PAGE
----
// - Translate the values to the opposite direction, to simulate a strong elasticity
    // - Then, translate the values to the right position, using the `elasticOut` easing function (default)

As you can see, it was necessary to implement two consecutive animations to achieve an exaggerated elastic effect, similar to the original animation. This is because a single animation using the elasticOut easing function is not enough.

Summing up

And finally we are done!

We have developed a component to simulate the behavior of an input of type range, but with an impressive effect, similar to the original animation:

You can check the final result, play with the code on Codepen, or get the full code on Github.

Please note that to make the tutorial a bit more fun and easy to follow, we have not explain here every single line of code used. However, you can find the complete code in the Github repository.

We sincerely hope that you liked the tutorial, and it has served as inspiration!


Extend the *ngIf Syntax to Create a Custom Permission Directive

By Juri Strumpflohner

So our use case is to create a directive, which shows/hides elements on the page based on our currently authenticated user’s permissions. In this article we will go over a very simple use case, but which could easily be extended and used in a real production application. By creating such directive we’ll also take a deeper look at the syntax that Angular’s ngIf and ngFor directives use.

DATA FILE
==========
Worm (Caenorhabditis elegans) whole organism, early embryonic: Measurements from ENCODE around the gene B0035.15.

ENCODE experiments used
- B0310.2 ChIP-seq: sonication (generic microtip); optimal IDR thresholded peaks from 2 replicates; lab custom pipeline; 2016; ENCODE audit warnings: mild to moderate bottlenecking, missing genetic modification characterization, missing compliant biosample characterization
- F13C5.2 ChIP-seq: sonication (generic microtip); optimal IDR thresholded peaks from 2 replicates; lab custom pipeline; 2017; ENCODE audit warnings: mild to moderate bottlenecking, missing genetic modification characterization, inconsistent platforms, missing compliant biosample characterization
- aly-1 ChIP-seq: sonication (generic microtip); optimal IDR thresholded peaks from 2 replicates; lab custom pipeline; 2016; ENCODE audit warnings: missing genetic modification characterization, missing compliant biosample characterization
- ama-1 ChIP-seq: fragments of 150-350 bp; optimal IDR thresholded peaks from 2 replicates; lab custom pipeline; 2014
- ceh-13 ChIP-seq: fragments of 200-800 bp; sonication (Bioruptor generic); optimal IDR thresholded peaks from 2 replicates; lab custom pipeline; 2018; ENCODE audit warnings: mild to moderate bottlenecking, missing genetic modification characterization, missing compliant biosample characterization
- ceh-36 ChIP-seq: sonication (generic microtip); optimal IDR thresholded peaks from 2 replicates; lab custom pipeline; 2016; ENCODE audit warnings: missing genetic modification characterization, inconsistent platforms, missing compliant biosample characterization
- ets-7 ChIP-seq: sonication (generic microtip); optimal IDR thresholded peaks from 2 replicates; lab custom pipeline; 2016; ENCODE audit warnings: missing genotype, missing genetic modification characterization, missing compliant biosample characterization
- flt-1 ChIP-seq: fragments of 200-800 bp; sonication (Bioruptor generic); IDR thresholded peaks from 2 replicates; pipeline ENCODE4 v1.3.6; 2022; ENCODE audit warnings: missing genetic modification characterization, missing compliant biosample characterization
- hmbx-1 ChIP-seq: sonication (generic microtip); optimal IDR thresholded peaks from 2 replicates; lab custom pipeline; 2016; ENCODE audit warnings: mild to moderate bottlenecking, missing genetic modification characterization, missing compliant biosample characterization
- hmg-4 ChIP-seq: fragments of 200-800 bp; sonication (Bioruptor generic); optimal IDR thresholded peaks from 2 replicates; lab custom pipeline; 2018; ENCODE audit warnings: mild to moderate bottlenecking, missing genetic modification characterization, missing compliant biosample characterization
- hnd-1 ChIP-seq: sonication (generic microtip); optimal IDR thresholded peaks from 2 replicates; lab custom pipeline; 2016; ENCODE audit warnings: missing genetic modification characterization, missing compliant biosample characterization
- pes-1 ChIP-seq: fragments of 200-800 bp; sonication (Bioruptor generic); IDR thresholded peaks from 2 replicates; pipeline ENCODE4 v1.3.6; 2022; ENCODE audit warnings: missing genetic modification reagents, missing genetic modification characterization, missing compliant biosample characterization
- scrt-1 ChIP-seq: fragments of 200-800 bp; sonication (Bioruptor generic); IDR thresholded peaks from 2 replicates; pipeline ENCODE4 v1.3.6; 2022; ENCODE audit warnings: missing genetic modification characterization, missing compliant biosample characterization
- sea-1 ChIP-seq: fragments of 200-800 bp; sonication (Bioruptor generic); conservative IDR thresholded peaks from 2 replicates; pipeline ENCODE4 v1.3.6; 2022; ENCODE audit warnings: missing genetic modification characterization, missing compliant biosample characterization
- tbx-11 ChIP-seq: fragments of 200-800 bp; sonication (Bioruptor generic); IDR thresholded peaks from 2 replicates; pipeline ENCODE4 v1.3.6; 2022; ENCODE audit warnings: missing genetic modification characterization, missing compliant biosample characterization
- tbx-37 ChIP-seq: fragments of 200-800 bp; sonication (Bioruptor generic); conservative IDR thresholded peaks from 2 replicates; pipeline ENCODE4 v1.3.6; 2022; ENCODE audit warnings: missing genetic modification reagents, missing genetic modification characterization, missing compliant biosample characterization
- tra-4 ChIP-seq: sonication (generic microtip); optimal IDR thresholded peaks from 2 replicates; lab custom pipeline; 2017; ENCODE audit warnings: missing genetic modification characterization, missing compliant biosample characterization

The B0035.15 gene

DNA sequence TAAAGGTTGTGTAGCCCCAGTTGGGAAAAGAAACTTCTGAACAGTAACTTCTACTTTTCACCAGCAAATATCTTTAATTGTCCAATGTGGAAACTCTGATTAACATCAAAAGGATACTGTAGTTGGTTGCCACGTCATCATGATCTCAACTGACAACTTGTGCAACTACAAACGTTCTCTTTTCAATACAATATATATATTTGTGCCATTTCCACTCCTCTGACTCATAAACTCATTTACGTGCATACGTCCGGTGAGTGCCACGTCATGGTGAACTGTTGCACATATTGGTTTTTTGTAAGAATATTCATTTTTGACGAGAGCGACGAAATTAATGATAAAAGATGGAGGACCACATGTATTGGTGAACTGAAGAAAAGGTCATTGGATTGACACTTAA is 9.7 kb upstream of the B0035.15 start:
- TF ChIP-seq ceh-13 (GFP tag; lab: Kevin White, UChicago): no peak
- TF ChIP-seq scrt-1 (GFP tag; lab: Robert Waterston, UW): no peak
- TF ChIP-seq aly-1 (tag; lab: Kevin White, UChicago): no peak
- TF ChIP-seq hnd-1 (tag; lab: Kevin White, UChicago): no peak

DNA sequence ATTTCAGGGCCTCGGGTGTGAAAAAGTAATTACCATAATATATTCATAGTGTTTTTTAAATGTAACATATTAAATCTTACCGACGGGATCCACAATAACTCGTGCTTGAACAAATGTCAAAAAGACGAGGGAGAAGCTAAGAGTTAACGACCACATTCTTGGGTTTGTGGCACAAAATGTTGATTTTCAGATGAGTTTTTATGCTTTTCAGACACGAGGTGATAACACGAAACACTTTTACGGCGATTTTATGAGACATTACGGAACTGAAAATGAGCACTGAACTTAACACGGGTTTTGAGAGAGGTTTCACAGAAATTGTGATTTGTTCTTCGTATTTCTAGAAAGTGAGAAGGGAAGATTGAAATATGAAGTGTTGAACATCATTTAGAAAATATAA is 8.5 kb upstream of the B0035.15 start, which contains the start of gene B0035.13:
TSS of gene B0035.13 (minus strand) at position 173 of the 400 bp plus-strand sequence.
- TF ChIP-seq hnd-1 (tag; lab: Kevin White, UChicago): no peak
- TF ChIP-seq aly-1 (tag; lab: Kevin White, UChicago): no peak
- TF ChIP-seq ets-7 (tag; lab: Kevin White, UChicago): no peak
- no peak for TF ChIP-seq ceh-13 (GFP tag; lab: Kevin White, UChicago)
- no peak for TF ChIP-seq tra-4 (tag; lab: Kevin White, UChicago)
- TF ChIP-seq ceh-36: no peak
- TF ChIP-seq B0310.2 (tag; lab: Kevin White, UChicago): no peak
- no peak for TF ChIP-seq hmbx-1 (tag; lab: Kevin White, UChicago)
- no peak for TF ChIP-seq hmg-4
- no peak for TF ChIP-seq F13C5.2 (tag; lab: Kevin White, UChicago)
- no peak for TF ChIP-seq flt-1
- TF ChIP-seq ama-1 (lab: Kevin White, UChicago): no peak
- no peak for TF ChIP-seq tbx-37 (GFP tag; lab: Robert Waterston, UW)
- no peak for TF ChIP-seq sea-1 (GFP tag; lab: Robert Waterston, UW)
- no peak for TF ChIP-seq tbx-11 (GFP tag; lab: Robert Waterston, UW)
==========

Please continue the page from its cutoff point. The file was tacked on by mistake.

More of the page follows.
How Fintonic uses Node.js, MongoDB & Kubernetes to scale

By Tamas Kadlecsik

How Fintonic uses Node.js, MongoDB & Kubernetes to scale

At RisingStack, we are highly interested in building scalable and resilient software architectures. We know that a lot of our readers share our enthusiasm, and that they want to learn more about the subject too.

To expand our blogging & training initiatives, we decided to launch a new series called Top of the Stack which focuses on architecture design, development trends & best practices for creating scalable applications.

In the first episode of Top of the Stack, we interviewed Patrick Kua, the CTO of N26, a successful banking startup from Germany.

In the second episode, we interviewed Angel Cereijo & Roberto Ansuini from Fintonic!

During our ~30 mins long conversation we discussed a wide range of topics, including the reasons behind going with Node.js, tests they run to ensure quality, the process of migrating to Kubernetes, and the way issues are handled in their architcture.

The conversation is available in a written format – no audio this time. For the transcript, move on!

To help you navigate a little, we list the topics we cover with the anchors you can use:

Fintonic Interview Transcript

Welcome everybody on the second episode of the Top of the Stack Podcast, where we are talking about services and infrastructures that developers build. I am Csaba Balogh your host, sitting with our co-host, Tamas Kadlecsik CEO of RisingStack.